General Christiaan Frederik Beyers
He was born in Stellenbosch on 23 September 1869 and he moved to the Transvaal in 1888. He worked as an attorney in Boksburg and when war broke out, he joined his local commando in Boksburg and was soon voted in as Assistant Field Cornet. After the fall of Pretoria, he was promoted to Assistant Commandant-General of the Waterberg and Zoutpansberg Commandos. He participated in the battle at Nooitgedacht with General de la Rey on 13 December 1900.He operated in the Magaliesberg area and harassed the British. He represented the Boers of the Waterberg in the Vereeniging Peace Conference from 15 May 1902, where he chaired the proceedings. Resuming his practice as an attorney in Pretoria after the war, Beyers became Speaker of the Transvaal Parliament under the Responsible Government.
He was appointed Commandant-General of the newly founded Union Defence Force In 1912. A man of fine physique, of passionate nature, and of profound religious convictions, Beyers, as commandant general of South Africa, was entertained with marked attentions during his visit to Germany by Kaiser Wilhelm II. When World War I broke out, he set himself in almost open opposition to the policy of the Botha government. For some months, this opposition smouldered. Then, at a moment when the South African expeditionary force was being mobilized for the invasion of German South West Africa, and when rebellion was already smouldering among the irreconcilables of the South African Dutch, Beyers resigned his post as commandant general in a letter addressed to General Smuts, then Minister of Defence, and published in Het Volk, an anti-government journal.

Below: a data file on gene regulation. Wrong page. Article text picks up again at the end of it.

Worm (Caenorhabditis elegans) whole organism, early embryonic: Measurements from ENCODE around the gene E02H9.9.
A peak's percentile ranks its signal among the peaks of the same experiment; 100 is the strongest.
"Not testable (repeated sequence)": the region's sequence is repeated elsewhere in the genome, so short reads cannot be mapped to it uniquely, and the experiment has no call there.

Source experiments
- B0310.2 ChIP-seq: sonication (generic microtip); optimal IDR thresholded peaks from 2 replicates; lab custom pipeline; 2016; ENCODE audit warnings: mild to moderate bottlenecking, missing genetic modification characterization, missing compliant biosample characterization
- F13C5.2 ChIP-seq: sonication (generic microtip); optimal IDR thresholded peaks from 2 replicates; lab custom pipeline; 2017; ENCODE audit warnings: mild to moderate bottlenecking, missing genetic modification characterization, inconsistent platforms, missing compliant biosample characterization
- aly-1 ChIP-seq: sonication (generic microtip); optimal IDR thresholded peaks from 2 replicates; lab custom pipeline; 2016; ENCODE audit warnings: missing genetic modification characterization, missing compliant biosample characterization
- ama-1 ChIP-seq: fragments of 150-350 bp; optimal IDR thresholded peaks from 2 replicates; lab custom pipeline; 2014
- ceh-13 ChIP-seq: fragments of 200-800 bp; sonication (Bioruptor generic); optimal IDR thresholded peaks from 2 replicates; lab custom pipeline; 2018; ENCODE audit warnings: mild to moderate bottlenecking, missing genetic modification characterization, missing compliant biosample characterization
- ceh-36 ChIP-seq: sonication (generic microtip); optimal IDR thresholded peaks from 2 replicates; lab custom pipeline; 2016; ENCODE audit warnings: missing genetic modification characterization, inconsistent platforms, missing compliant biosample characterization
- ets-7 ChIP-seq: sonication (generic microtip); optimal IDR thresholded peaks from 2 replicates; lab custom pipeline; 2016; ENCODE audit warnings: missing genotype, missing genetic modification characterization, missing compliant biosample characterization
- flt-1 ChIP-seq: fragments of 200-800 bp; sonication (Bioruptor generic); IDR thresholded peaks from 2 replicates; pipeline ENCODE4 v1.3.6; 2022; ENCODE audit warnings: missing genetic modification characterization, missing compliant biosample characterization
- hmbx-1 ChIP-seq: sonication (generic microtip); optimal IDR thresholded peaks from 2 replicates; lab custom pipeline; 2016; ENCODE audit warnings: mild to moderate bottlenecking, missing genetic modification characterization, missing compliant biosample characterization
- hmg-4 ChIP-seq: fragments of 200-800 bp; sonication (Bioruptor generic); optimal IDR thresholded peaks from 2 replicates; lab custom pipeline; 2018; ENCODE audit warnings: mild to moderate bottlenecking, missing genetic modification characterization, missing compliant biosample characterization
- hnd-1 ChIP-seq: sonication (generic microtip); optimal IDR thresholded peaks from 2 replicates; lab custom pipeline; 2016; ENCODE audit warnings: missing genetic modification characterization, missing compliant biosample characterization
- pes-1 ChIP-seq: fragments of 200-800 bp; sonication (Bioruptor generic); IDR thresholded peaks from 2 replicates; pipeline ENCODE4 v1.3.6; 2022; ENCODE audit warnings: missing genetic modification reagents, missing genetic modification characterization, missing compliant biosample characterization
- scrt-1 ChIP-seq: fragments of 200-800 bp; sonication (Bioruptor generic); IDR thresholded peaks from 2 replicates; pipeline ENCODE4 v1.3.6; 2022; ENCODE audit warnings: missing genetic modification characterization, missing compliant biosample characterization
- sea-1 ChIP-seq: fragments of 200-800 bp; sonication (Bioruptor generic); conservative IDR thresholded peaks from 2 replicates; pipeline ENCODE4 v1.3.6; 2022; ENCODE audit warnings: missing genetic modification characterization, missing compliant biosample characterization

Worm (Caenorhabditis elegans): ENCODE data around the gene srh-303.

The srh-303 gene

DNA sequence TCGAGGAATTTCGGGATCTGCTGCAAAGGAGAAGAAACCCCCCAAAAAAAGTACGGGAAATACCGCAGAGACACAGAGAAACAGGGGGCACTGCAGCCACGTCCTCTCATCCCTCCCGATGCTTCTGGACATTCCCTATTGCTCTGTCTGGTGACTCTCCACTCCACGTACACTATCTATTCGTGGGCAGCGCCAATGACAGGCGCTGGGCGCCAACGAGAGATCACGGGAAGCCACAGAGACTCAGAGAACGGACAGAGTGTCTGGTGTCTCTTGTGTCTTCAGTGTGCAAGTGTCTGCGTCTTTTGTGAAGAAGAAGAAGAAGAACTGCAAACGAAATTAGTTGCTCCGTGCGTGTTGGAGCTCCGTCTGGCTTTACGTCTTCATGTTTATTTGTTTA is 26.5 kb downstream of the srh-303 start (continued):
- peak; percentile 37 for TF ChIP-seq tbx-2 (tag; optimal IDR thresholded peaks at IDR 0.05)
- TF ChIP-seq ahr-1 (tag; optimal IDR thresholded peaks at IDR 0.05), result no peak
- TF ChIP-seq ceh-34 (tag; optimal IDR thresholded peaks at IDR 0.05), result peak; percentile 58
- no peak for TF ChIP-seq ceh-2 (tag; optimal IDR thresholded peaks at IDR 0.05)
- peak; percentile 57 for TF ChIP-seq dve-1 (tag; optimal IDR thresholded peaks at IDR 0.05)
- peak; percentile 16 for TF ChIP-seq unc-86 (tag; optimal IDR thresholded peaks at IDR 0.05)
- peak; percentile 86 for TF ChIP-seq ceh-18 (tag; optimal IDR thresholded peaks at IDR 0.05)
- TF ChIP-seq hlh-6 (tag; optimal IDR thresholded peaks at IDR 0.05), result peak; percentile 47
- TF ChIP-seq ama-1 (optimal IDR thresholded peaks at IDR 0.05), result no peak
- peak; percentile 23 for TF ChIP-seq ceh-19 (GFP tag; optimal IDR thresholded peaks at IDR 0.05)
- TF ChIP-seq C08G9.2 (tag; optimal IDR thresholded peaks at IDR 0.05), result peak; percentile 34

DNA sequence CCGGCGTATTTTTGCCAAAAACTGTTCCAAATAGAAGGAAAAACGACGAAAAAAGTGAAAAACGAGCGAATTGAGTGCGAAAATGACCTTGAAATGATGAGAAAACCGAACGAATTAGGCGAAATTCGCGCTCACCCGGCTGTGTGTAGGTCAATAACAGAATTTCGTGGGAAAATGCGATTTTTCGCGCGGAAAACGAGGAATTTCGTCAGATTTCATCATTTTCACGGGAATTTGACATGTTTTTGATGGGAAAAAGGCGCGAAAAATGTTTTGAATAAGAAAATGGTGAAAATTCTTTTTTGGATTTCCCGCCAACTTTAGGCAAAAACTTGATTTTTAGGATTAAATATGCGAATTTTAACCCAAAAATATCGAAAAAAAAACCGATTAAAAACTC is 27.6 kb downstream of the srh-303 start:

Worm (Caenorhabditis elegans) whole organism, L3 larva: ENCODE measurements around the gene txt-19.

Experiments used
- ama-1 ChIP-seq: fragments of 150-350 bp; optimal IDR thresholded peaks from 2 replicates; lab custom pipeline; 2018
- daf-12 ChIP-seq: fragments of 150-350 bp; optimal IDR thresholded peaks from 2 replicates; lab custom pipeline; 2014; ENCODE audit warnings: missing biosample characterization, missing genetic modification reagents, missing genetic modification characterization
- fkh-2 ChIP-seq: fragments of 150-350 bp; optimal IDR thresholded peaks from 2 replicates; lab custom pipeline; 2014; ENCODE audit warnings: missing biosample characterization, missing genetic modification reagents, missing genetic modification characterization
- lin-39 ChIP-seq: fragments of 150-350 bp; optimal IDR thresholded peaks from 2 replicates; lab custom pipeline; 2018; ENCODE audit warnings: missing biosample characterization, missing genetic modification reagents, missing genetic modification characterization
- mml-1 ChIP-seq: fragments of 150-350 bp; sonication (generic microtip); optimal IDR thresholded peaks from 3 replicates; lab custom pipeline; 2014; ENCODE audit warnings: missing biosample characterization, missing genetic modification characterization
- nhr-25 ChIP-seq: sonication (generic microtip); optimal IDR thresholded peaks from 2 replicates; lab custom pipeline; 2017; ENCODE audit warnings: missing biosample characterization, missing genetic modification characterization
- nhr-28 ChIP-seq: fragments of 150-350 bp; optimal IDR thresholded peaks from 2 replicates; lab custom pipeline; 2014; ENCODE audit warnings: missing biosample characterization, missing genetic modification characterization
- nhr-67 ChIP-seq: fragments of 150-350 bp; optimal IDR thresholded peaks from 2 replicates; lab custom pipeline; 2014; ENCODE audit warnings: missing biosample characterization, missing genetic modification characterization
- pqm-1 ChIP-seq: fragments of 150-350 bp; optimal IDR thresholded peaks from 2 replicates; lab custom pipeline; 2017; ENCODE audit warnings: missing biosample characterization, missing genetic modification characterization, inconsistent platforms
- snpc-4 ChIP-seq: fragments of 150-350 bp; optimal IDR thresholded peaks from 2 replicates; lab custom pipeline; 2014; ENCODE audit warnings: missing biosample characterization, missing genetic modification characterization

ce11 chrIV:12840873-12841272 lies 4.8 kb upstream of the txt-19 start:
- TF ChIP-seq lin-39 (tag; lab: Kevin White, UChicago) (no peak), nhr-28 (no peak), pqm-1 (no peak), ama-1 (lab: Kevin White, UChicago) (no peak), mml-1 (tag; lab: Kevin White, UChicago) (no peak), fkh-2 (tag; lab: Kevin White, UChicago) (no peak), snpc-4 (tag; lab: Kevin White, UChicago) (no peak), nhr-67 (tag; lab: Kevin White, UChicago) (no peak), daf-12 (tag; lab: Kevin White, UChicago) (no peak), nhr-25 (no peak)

In this letter he declared that he had always disapproved the Government’s intention to invade German South West Africa and that this disapproval was shared by the great majority of the Dutch-speaking people of the Union. General Smuts replied in a stern letter declaring that the war was a test of the loyalty to their pledged word of the Dutch-speaking people, and accepting Beyers’ resignation.
A few weeks later Beyers took the field as a leader of the Boer Rebels against the government, only to be overwhelmed by the government troops under the command of General Botha, to be driven from pillar to post as a fugitive, and to be drowned on 8 December 1914, while trying to escape from his pursuers by crossing the Vaal River. His body was recovered two days later, and with his death the rebellion was brought to an end.